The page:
More recently, Cargill, with a protein business headquartered in Wichita, Kansas, chose VSP for its new Turkey Skillet Kits from the company’s Honeysuckle White and Shady Brook Farms brands. The kits contain four seasoned turkey breast cutlets co-packaged with a gourmet sauce packet, which include Tuscan-Style Tomato Garlic Basil, Southwest Style Chipotle Ranchero, Asian Style Orange Ginger and Thai Style Coconut Curry varieties.

The flavor delivery, eye appeal, shelf life and convenience are expected to help these products stand out in the case when they are rolled out in spring 2020. “The introduction of Honeysuckle White and Shady Brook Farms Turkey Skillet Kits reflects Cargill’s commitment to innovation that turns data-driven insights into informed product development decisions that take advantage of flavor trends and consumer behaviors,” remarks Chuck Gitkin, chief marketing officer, Cargill Protein, North America.

According to Brady, such products paired with sauce packets or other extras are catching on, along with a growing range of marinades. “When you go to Europe and see skin packaging, they’ve been doing things like marinated items and add-ons like garlic packs for a long time. Here, it’s been more of the protein by itself (in a skin pack) until the last three to five years, when we saw fish venture off into more value-added,” he says, noting that chicken and red meat have followed suit with more seasonings, marinades and add-on sauces.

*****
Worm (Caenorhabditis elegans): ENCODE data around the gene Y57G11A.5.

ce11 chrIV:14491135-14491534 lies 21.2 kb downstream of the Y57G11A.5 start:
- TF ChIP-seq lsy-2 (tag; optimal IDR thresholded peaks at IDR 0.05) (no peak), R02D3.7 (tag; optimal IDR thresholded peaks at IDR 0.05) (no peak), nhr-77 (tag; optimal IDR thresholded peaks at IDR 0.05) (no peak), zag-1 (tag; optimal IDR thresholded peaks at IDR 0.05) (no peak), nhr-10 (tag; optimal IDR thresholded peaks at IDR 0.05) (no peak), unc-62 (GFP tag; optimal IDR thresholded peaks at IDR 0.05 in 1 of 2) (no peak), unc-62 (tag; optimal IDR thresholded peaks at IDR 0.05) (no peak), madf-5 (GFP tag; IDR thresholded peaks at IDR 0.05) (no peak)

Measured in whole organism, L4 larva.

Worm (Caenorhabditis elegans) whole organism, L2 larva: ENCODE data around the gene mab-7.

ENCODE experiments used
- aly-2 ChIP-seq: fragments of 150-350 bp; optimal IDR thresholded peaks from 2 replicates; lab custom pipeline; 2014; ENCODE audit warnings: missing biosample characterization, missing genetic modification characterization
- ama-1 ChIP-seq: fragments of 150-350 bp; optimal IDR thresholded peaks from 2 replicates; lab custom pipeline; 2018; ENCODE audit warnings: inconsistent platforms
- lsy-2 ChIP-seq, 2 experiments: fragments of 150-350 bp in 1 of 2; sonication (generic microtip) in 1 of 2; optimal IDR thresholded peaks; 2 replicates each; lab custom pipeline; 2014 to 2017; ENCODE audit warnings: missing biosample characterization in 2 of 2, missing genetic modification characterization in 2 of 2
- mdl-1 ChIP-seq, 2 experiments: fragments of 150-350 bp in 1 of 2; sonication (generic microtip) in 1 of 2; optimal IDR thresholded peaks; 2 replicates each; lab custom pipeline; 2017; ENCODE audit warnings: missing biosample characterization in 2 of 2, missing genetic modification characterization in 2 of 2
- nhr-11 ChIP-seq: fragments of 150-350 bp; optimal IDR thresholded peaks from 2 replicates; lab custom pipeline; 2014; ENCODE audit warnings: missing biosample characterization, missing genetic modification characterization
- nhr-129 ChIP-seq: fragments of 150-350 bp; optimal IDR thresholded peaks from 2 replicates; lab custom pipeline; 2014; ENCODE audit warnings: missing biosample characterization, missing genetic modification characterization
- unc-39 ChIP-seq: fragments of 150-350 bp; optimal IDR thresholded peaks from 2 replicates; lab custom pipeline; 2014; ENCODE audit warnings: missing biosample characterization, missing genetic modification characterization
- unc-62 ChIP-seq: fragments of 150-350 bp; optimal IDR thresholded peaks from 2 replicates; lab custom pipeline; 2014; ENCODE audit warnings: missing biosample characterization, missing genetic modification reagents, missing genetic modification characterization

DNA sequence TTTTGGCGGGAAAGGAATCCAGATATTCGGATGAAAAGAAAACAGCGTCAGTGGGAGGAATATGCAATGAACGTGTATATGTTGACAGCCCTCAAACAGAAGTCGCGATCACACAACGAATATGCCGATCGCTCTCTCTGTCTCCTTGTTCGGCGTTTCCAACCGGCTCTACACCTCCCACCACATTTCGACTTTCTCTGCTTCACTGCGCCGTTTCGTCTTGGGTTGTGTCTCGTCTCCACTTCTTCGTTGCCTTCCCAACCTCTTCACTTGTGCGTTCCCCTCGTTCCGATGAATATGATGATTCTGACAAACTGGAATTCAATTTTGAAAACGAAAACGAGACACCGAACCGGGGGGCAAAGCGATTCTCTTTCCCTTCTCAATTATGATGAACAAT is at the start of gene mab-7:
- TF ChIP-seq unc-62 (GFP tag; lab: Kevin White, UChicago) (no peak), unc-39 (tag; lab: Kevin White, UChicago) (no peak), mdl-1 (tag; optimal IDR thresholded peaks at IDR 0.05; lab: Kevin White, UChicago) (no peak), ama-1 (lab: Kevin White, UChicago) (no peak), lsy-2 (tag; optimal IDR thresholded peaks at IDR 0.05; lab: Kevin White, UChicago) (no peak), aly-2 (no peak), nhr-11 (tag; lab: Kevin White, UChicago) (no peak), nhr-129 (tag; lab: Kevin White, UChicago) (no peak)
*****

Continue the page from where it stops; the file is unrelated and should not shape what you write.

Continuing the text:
Meanwhile, other suppliers have developed VSP solutions for value-added proteins. Sealpac, based in the Netherlands, offers a high-transparent barrier skin film, TraySkin, that prevents drip loss and holds marinated products, like barbecue wings or even whole seasoned birds, in place for a neater appearance. Sealpac also offers double sealing for extras; the product is skinned and the tray is hermetically sealed to create additional head room for optional extras.

Less is more

Multivac's MultiFresh vacuum skin packaging can be used for ground products as well as for bone-in meats.

The recent marketplace push toward more sustainable packaging solutions, including packaging with less or recyclable material, is also fueling VSP applications in the meat, poultry and seafood arena. “The bottom portion of the package can be a traditional shallow pocket or presented on paperboard for an increased perception of environmental sustainability,” Uebele says of Mulivac’s VSP applications. End users can separate the cardboard backing from the plastic barrier layer and put it into paper recycling.

Likewise, Ulma Packaging, with US offices in Taunton, Massachusetts, has responded to growing interest in sustainability with its LeafSkin packaging that reduces plastic by up to 80 percent. The film is paired with a 100 percent recyclable flat cardboard tray, and the different materials are fully separable. An easy-open corner allows consumers to remove the lid, while a “recycling corner” separates the material from the tray and makes the recycling process easier.

Advanta, with a US office in Vienna, Virginia, offers a unique skin package aluminum poultry tray and film combination. Users peel back the plastic skin around the poultry and put the foil tray with the whole chicken already inside directly into the oven. They can then serve the chicken from that tray and recycle the aluminum when finished. “Both consumer demand for convenience and retailers’ requirements for longer shelf lives have refocused the priorities of poultry food packaging,” says Miguel Campos, export sales manager.